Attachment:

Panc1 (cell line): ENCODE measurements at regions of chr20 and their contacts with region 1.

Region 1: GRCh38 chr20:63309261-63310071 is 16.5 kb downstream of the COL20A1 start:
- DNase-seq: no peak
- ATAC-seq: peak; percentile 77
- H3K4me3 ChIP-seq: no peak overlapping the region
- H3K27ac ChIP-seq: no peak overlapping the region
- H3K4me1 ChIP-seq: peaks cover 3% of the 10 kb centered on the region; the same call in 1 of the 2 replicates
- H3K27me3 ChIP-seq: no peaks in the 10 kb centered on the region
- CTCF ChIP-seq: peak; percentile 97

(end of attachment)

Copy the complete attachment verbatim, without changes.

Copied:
Panc1 (cell line): ENCODE measurements at regions of chr20 and their contacts with region 1.

Region 1: GRCh38 chr20:63309261-63310071 is 16.5 kb downstream of the COL20A1 start:
- DNase-seq: no peak
- ATAC-seq: peak; percentile 77
- H3K4me3 ChIP-seq: no peak overlapping the region
- H3K27ac ChIP-seq: no peak overlapping the region
- H3K4me1 ChIP-seq: peaks cover 3% of the 10 kb centered on the region; the same call in 1 of the 2 replicates
- H3K27me3 ChIP-seq: no peaks in the 10 kb centered on the region
- CTCF ChIP-seq: peak; percentile 97